Senator John McCain has warned that the US “[doesn’t] have a strategy” for dealing with cyberwarfare tactics that may be employed by Russian, Chinese or North Korean agents, The Guardian reports.

Speaking at the Republican party’s annual retreat in Philadelphia, he reiterated the commonly-held belief among the US intelligence community that “the Russians were trying to influence the outcome of our election”, and warned that America wasn’t ready to respond to similar attacks on elections in Europe.

Many EU countries – France and Germany chief among them – are facing a groundswell of support for far-right parties in the upcoming elections, and there are fears that Russia may use offensive cyber capabilities to propel these parties to victory.

McCain was vocally critical about the state of US cybersecurity, saying “we don’t have a policy and we don’t have a strategy”. “It is the one aspect of our confrontation where I believe our adversaries are ahead of us,” he added.

“Much of the investment in the west has been on cyber defence and monitoring, rather than offence; whether at a government level or within the enterprise space,” agreed Piers Wilson, Huntsman Security’s head of product management.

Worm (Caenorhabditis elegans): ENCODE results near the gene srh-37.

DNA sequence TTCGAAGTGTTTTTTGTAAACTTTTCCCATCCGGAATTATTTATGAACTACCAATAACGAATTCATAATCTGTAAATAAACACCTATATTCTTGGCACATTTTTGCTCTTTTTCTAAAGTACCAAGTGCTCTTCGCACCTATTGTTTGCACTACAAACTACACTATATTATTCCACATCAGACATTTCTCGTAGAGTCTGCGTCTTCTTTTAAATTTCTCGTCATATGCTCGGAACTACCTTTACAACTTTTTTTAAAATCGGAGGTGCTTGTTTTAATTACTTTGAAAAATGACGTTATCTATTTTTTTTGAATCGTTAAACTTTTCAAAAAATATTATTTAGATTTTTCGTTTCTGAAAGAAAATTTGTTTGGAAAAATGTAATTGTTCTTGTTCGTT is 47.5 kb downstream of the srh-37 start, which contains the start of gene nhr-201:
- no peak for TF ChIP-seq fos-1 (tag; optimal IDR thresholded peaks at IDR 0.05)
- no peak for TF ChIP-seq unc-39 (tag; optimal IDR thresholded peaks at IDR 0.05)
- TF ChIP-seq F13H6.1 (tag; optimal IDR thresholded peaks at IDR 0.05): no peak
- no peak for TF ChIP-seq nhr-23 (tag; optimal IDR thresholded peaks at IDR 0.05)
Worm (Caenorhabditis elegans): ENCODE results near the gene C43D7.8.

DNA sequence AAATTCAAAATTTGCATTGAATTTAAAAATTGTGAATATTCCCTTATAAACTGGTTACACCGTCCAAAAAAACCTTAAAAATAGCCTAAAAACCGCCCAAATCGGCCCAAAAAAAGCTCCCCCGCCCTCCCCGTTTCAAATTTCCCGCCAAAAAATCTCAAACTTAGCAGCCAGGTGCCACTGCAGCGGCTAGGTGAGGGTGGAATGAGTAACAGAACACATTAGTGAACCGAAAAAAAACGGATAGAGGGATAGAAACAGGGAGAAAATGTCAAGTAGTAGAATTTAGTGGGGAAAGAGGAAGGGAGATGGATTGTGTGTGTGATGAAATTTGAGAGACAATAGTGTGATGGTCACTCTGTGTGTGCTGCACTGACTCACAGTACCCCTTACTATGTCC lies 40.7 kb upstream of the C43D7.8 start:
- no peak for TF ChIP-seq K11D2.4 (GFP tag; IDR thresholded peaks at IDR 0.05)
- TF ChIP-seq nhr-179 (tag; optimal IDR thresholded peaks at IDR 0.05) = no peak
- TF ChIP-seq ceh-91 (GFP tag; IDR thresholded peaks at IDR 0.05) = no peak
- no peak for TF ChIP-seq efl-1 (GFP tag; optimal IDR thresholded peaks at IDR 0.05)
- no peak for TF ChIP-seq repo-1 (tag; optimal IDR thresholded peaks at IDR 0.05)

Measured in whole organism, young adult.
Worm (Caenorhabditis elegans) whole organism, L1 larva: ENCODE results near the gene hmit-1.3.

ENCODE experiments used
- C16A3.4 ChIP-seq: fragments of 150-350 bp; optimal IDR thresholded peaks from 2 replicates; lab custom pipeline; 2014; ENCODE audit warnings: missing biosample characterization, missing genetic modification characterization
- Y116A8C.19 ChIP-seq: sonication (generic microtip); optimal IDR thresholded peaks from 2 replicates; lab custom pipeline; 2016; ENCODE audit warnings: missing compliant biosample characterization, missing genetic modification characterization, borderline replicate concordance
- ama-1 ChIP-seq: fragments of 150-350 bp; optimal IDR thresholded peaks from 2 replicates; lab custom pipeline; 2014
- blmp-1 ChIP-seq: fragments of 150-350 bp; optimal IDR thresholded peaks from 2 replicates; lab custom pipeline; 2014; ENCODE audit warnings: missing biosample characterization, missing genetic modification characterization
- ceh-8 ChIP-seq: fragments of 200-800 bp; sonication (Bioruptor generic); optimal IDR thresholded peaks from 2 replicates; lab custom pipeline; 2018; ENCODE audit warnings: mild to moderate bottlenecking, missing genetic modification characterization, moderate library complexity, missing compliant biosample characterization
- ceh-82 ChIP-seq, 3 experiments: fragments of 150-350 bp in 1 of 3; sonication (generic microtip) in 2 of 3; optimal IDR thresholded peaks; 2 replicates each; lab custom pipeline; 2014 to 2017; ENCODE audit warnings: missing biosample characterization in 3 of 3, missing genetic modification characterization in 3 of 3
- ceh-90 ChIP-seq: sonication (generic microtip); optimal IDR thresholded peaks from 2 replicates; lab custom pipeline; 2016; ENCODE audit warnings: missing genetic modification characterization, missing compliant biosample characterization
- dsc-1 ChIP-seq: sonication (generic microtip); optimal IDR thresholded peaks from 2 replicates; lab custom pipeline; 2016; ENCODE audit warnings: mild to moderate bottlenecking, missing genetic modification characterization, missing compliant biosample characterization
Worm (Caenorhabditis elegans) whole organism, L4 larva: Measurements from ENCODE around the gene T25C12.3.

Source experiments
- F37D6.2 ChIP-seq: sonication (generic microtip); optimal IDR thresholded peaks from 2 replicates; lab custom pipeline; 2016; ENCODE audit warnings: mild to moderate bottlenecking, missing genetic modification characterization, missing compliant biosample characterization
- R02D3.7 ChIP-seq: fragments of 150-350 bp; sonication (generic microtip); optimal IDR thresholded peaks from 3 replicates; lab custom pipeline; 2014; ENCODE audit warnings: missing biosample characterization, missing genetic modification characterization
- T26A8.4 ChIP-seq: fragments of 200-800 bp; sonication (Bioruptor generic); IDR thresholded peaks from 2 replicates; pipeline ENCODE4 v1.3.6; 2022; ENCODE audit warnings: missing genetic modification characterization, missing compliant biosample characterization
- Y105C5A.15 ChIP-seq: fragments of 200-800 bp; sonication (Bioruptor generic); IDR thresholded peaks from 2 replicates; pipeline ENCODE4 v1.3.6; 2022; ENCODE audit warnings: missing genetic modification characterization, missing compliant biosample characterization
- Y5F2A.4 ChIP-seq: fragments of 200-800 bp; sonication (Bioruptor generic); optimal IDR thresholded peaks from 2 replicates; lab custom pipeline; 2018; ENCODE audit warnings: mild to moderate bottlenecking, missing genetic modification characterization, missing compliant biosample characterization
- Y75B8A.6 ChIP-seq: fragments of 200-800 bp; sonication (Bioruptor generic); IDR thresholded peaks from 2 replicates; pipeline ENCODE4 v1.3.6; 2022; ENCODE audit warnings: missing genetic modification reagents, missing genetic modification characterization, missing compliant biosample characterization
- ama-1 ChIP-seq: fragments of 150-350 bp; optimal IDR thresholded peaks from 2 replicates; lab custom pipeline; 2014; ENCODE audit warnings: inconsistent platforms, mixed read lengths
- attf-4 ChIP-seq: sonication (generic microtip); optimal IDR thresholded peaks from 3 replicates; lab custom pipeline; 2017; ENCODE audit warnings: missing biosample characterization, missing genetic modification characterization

He cautioned, however, that the ends does not always justify the means. “Whether the US or any other nation, if we claim to hold ‘Western’ values, we may find ourselves unwilling to take courses of action that others might find more acceptable,” he said. “We shouldn’t compromise those values just to reset a perceived asymmetry.”

Despite McCain’s scorn, signs would suggest infosec is front-of-mind for the Trump regime; the president’s foreign policy makes specific mention of using “cyberwarfare” to fight terrorist groups.

However, there have also been recent indications that the personal security of Trump and his top aides may not be up to scratch. Eagle-eyed hackers recently spotted that Twitter accounts belonging to president Trump, vice president Mike Pence, the first lady and more were all vulnerable to security exploits due to a lack of basic protections including two-factor authentication and multi-stage verification.

By exploiting Twitter’s password reset function, a hacker known as WauchulaGhost was able to ascertain the email addresses associated with these accounts, many of which were private accounts hosted by companies like Microsoft and Google.


Furthermore, TheNextWeb discovered that cabinet members and key advisors such as Steve Bannon, secretary of defense James Mattis and press secretary Sean Spicer were also vulnerable to the same tactics. Spicer also drew ridicule this week when he accidentally tweeted out an alphanumeric string that many suspected was his Twitter password.

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